Review Summary: We'll rise over love, over hate, through this iron sky that's fast becoming our minds, over fear...into freedom.
Sometimes I wonder what I seek from music, I forget, how even pop music can be art. When it connects, how it reflects and disseminates emotions, explains values, expresses what cannot be expressed, reveals what cannot be revealed. Right now, to me, this album is one of the great heartbreak albums. It meditates on what love is, what loss is, how to pick up the pieces of your life, what is important in life. But I suppose it depends on whether you're bothered by an artist wearing his influences on his sleeve to the degree that Paolo Nutini does. I'm not particularly - for me it's more about what you do with those influences. You can stir in as many ingredients as you want, it's what you serve up that matters, the added twist that only you can bring, it's the 'you' that you throw in after all the other bits have been chopped and diced. What is served up on this album is classic after stone cold classic, songs that sound like they've been locked away in a Motown vault for the last fifty years, only for someone to discover them, dust them down and press 'play'.
A palimpsest of soul and funk, you can entertain yourself by playing musical bingo, ticking off each name on your card as you listen: Marvin Gaye, Prince, Terence Trent D'Arby, Amy Winehouse, Jim Morrison, The Drifters - so this is not what you'll want to listen to if you're looking for originality or innovation. Instead you'll find the range and sway of the different voices begin to jar as they compete for ascendancy and asseveration, each song slapping and sliding against each other. But if you look over and above these variegated voices and styles you'll read a narrative spine that coalesces the whole, an intensity and a depth that lifts this album above and beyond previous efforts, only the reggae lite lilt of Numpty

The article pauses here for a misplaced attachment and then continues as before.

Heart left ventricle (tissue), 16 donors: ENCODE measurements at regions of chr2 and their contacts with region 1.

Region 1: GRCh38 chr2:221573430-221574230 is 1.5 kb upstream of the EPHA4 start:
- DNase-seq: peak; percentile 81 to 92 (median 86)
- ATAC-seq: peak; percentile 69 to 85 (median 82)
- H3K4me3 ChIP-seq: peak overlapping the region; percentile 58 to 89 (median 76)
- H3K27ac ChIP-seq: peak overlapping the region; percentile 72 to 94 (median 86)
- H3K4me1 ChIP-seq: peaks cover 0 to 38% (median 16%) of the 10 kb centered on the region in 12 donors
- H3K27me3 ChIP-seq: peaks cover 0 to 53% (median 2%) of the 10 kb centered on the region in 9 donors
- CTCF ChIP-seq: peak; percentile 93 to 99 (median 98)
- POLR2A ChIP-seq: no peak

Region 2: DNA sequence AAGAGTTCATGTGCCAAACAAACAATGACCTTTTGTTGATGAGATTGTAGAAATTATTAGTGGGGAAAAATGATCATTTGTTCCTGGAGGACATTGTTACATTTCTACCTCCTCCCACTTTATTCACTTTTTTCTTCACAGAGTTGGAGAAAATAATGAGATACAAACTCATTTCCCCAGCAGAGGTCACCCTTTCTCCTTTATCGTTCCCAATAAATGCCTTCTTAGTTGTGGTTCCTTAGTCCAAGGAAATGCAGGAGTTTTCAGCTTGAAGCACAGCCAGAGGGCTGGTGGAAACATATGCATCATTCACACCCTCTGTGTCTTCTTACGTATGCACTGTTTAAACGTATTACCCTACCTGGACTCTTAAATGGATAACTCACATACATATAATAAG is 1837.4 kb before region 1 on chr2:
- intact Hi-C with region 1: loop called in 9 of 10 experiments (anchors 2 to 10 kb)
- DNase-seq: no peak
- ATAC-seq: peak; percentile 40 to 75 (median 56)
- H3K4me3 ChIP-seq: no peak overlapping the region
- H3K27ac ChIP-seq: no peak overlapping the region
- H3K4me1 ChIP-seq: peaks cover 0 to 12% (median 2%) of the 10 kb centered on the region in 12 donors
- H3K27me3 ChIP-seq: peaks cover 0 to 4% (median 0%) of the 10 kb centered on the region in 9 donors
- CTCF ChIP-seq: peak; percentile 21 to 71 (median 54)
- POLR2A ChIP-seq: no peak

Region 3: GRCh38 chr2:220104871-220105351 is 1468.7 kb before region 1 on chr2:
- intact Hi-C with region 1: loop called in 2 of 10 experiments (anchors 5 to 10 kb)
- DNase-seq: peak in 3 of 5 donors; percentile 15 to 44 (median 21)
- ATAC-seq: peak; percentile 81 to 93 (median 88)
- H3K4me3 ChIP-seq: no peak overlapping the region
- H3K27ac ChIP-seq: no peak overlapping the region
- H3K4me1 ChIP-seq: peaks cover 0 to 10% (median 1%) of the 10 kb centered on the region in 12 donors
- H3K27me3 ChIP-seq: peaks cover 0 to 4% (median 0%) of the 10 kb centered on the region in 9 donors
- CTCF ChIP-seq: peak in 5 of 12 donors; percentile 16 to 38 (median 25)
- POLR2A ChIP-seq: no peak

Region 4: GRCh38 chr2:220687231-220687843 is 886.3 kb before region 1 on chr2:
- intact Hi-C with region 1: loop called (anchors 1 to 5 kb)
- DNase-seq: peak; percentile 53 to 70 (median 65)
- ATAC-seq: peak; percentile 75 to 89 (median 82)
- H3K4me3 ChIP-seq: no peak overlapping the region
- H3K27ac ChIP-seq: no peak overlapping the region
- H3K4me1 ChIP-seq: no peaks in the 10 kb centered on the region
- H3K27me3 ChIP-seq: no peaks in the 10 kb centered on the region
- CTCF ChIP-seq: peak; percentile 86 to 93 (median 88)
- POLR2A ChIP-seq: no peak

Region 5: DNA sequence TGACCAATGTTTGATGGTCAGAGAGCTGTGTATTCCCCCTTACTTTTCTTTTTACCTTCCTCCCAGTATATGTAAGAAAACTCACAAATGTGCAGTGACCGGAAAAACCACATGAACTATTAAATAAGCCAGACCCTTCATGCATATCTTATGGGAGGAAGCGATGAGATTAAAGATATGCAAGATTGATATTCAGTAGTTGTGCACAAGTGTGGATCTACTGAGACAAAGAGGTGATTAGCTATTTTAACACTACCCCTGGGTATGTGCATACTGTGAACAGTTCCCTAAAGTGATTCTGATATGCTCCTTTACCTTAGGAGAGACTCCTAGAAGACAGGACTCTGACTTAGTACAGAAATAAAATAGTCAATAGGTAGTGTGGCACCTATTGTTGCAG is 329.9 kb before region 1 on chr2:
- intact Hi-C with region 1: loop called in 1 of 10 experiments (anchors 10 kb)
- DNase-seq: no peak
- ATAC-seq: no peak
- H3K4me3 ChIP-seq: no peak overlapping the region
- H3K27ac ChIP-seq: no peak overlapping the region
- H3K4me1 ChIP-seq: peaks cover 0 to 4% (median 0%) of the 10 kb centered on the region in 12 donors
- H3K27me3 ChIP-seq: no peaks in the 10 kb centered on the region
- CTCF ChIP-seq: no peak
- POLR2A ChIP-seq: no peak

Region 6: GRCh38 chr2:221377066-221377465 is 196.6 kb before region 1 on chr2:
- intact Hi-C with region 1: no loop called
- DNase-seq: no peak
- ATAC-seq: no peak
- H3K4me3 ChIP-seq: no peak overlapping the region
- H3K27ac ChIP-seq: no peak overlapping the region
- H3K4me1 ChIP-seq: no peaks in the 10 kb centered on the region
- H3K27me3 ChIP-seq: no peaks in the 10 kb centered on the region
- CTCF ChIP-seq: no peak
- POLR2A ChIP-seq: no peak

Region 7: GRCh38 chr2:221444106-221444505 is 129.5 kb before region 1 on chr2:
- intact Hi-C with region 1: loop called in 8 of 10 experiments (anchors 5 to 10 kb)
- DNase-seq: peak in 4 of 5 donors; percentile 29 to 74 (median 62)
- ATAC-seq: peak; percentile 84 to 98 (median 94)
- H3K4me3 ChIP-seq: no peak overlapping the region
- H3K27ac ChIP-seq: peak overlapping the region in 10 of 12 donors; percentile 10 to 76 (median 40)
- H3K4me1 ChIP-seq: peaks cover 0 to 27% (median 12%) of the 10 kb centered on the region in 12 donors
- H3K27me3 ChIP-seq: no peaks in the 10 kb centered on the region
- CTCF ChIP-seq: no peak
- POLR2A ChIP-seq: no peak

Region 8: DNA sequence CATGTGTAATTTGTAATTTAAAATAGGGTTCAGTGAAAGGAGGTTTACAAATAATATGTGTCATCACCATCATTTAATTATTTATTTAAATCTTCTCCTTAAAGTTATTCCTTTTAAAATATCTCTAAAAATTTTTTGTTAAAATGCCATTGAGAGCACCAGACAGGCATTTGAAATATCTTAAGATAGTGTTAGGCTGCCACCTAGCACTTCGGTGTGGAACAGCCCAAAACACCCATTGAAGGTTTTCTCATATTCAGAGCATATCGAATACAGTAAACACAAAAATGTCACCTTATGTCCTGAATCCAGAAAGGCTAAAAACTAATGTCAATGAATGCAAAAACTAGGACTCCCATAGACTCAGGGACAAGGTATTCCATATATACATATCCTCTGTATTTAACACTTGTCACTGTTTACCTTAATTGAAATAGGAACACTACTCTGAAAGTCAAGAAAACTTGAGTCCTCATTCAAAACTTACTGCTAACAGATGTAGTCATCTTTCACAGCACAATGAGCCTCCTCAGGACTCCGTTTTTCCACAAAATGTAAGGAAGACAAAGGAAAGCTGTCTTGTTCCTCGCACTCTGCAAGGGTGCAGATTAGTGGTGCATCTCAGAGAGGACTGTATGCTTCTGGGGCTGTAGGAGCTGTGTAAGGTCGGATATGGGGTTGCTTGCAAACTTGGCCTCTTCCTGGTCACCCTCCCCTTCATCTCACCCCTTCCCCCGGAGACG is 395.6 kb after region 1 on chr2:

recalling the fun and melody of fan favourites such as Pencil Full of Lead
. Instead heartache and pain pours out of each snort of trumpet, each crump of trombone.
When I first heard the lead single Scream (Funk Your Life Up)
I heard "a girl so fine I want to scream halleluhah, she F*CKS my life up". Which for me is right, it's this dichotomy between 'funked up' and 'f*cked up' that is posited throughout the album. Or if you like, between joy and pain. Love and loss. Desire and despair. The one is a portal for the other. You can only be in pain now if you have experienced something worthy of causing pain. So if your heart is broken, well that's too bad - but wasn't it a beautiful thing that broke it, to cause this much hurt, and shouldn't that beauty be celebrated as well, not just mourned, while it lasts and in retrospect? So the through-line spins away from mere heartache, to spell out a personal credo concerned more with general themes such as freedom, spirituality and affirmation. It's a scope of ambition that succeeds in behemoth ballads such as Let Me Down Easy
, One Day
and Better Man
, less so in the hackneyed Fashion
, a creaky collaboration with Janelle Monae, but often genuinely moving such as when contextualised in the sample of Charlie Chaplin's The Great Dictator
"Machine men with machine minds and machine hearts! You are not machines! You are not cattle! You are men and you have the power to make this life free and beautiful!"